Erik Benson is an artist whose process-based paintings are informed by architecture and everyday objects found in urban landscape. He received a MFA from the Rhode Island School of Art and Design and. BFA from the Minneapolis College of Art and Design. He studied at the Skowhegan School Painting and Sculpture. He has had solo and group shows throughout the United States and Europe. He is the recipient of a NYFA painting fellowship as well as a participant in the Marie Walsh Sharpe Space Program, and a McKnight Fellow.
My work in this exhibition, like all of my work, is centered in a synthesis of natural material and novel ephemera. In clumsy, grotesque anthropomorphic form, it is my intention that these works embody or resonate with the “healthy” disrespect for nature that drives our anthropocentric impulses as humans, driving the spread of our civilizations, and our “dominion over nature.” Rather than presenting a narrative or taking a position, the work operates as a simultaneous lamentation and awkward celebration of the perpetually clumsy position of civilization within the natural world, an embrace of the pathos of the human condition.
Brent Owens was born in Spartanburg, South Carolina in 1980 and received a BFA from Winthrop University in 2003. He currently lives and works in New York. His long-term involvement in the now burgeoning Bushwick, Brooklyn arts community has included three solo exhibitions at English Kills Art Gallery. He has also shown extensively in group exhibitions throughout New York, and in Los Angeles, San Francisco, New Orleans, and Venice, Italy. His work, primarily sculptural and largely based in woodworking, fuses two disparate strains of Americana – workmanship and a thirst for novelty – in a particular strand of pop production that borders on the surreal.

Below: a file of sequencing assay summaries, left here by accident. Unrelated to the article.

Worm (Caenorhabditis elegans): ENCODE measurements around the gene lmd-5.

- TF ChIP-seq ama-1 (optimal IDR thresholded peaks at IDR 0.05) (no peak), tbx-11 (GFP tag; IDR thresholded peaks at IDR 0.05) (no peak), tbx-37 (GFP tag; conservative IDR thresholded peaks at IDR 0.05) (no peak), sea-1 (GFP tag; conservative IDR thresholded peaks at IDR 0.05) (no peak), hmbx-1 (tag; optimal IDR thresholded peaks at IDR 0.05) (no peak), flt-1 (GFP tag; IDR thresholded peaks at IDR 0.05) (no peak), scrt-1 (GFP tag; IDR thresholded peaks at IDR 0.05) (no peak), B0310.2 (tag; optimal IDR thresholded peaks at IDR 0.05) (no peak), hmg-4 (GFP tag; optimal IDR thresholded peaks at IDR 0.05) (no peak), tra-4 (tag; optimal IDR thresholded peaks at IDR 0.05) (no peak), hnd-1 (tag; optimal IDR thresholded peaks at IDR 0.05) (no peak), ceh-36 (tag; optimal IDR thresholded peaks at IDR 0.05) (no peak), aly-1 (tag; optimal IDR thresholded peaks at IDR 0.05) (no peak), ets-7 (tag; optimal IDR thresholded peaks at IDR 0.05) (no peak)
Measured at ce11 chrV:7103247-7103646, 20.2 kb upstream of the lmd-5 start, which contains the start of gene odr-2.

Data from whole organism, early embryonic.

Lina examines the relationship between nature and the body. She utilizes a wide variety of materials in her sculpture — concrete, clay, resin, wood, foam, fabric, artificial plants, paper pulp, and handmade paper; craft and recycled items. With these materials she creates textural forms and compositions that blend the human-made world with the natural, exploring notions of control, consumerism and life’s fragility. Her artistic process is in great part guided by the physical qualities of the materials, their textures, forms and colors; and informed by concepts of femininity, fashion, sexuality and artificiality.
Puerta (born in NJ and raised in Colombia) lives and works in New York City. She holds an MS in Art Education from Queens College/CUNY and is recipient of several residencies and grants including: the 2017 NYFA Fellowship, 2016 Dieu Donné Workspace Residency, Artprize-8 Sustainability Award, 2015 Joan Mitchell Painters and Sculptors Grant, 2015 Kohler Arts Industry Residency (WI), 2014-15 Keyholder Residency at the Lower East Side Printshop, 2013-14 Smack Mellon Art Studio Program, 2014 Materials for the Arts, 2013 Wave Hill Winter Workspace and the 2010 Emerging Artist Fellowship at Socrates Sculpture Park in New York. Exhibition venues include: The Ford Foundation Gallery, The 8th Floor, El Museo del Barrio, Socrates Sculpture Park, Wave Hill, Geary, NYC and Pi-Artworks in London. Puerta’s work has been written about in Hyperallergic, The New York Times, Wilder Quarterly and Artnet News among others.